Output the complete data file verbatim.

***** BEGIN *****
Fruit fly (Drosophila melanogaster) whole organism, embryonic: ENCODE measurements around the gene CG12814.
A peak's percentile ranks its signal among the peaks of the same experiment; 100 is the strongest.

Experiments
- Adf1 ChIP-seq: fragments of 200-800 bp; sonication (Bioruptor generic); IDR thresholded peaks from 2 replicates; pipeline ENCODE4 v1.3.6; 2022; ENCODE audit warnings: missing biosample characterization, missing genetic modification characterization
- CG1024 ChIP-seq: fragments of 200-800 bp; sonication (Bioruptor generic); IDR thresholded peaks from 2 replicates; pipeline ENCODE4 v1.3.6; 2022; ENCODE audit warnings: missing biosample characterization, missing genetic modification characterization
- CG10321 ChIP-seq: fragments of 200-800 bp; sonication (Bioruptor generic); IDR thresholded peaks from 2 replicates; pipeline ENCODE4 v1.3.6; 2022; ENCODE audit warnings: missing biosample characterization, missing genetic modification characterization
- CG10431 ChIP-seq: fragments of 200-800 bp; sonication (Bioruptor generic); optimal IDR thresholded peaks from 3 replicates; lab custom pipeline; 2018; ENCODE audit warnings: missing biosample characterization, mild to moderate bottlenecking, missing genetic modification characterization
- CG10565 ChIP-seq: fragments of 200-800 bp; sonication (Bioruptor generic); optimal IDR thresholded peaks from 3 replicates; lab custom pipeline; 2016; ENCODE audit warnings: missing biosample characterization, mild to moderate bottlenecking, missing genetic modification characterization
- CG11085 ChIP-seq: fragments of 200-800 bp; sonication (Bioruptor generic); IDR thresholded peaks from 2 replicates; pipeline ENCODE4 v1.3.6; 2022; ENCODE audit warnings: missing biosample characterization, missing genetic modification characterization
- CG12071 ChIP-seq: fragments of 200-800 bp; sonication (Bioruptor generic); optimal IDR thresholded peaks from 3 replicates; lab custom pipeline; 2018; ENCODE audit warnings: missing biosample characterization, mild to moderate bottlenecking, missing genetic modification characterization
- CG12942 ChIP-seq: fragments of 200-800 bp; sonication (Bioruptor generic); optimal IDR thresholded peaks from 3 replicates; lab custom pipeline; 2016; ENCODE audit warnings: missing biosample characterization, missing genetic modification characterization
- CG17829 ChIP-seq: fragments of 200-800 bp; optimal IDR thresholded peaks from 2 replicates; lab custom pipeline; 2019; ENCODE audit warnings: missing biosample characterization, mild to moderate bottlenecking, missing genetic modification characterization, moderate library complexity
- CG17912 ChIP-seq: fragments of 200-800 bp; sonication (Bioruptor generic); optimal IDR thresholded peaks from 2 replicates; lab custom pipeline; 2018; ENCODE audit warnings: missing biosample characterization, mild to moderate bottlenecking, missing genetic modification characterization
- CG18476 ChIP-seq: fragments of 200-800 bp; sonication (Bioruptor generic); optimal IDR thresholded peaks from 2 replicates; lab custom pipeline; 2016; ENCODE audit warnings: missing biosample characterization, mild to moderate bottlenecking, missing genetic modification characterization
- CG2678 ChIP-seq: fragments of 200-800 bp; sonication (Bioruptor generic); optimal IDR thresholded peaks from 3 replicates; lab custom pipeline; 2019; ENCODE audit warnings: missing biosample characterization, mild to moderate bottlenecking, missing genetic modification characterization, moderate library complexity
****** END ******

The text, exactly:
Fruit fly (Drosophila melanogaster) whole organism, embryonic: ENCODE measurements around the gene CG12814.
A peak's percentile ranks its signal among the peaks of the same experiment; 100 is the strongest.

Experiments
- Adf1 ChIP-seq: fragments of 200-800 bp; sonication (Bioruptor generic); IDR thresholded peaks from 2 replicates; pipeline ENCODE4 v1.3.6; 2022; ENCODE audit warnings: missing biosample characterization, missing genetic modification characterization
- CG1024 ChIP-seq: fragments of 200-800 bp; sonication (Bioruptor generic); IDR thresholded peaks from 2 replicates; pipeline ENCODE4 v1.3.6; 2022; ENCODE audit warnings: missing biosample characterization, missing genetic modification characterization
- CG10321 ChIP-seq: fragments of 200-800 bp; sonication (Bioruptor generic); IDR thresholded peaks from 2 replicates; pipeline ENCODE4 v1.3.6; 2022; ENCODE audit warnings: missing biosample characterization, missing genetic modification characterization
- CG10431 ChIP-seq: fragments of 200-800 bp; sonication (Bioruptor generic); optimal IDR thresholded peaks from 3 replicates; lab custom pipeline; 2018; ENCODE audit warnings: missing biosample characterization, mild to moderate bottlenecking, missing genetic modification characterization
- CG10565 ChIP-seq: fragments of 200-800 bp; sonication (Bioruptor generic); optimal IDR thresholded peaks from 3 replicates; lab custom pipeline; 2016; ENCODE audit warnings: missing biosample characterization, mild to moderate bottlenecking, missing genetic modification characterization
- CG11085 ChIP-seq: fragments of 200-800 bp; sonication (Bioruptor generic); IDR thresholded peaks from 2 replicates; pipeline ENCODE4 v1.3.6; 2022; ENCODE audit warnings: missing biosample characterization, missing genetic modification characterization
- CG12071 ChIP-seq: fragments of 200-800 bp; sonication (Bioruptor generic); optimal IDR thresholded peaks from 3 replicates; lab custom pipeline; 2018; ENCODE audit warnings: missing biosample characterization, mild to moderate bottlenecking, missing genetic modification characterization
- CG12942 ChIP-seq: fragments of 200-800 bp; sonication (Bioruptor generic); optimal IDR thresholded peaks from 3 replicates; lab custom pipeline; 2016; ENCODE audit warnings: missing biosample characterization, missing genetic modification characterization
- CG17829 ChIP-seq: fragments of 200-800 bp; optimal IDR thresholded peaks from 2 replicates; lab custom pipeline; 2019; ENCODE audit warnings: missing biosample characterization, mild to moderate bottlenecking, missing genetic modification characterization, moderate library complexity
- CG17912 ChIP-seq: fragments of 200-800 bp; sonication (Bioruptor generic); optimal IDR thresholded peaks from 2 replicates; lab custom pipeline; 2018; ENCODE audit warnings: missing biosample characterization, mild to moderate bottlenecking, missing genetic modification characterization
- CG18476 ChIP-seq: fragments of 200-800 bp; sonication (Bioruptor generic); optimal IDR thresholded peaks from 2 replicates; lab custom pipeline; 2016; ENCODE audit warnings: missing biosample characterization, mild to moderate bottlenecking, missing genetic modification characterization
- CG2678 ChIP-seq: fragments of 200-800 bp; sonication (Bioruptor generic); optimal IDR thresholded peaks from 3 replicates; lab custom pipeline; 2019; ENCODE audit warnings: missing biosample characterization, mild to moderate bottlenecking, missing genetic modification characterization, moderate library complexity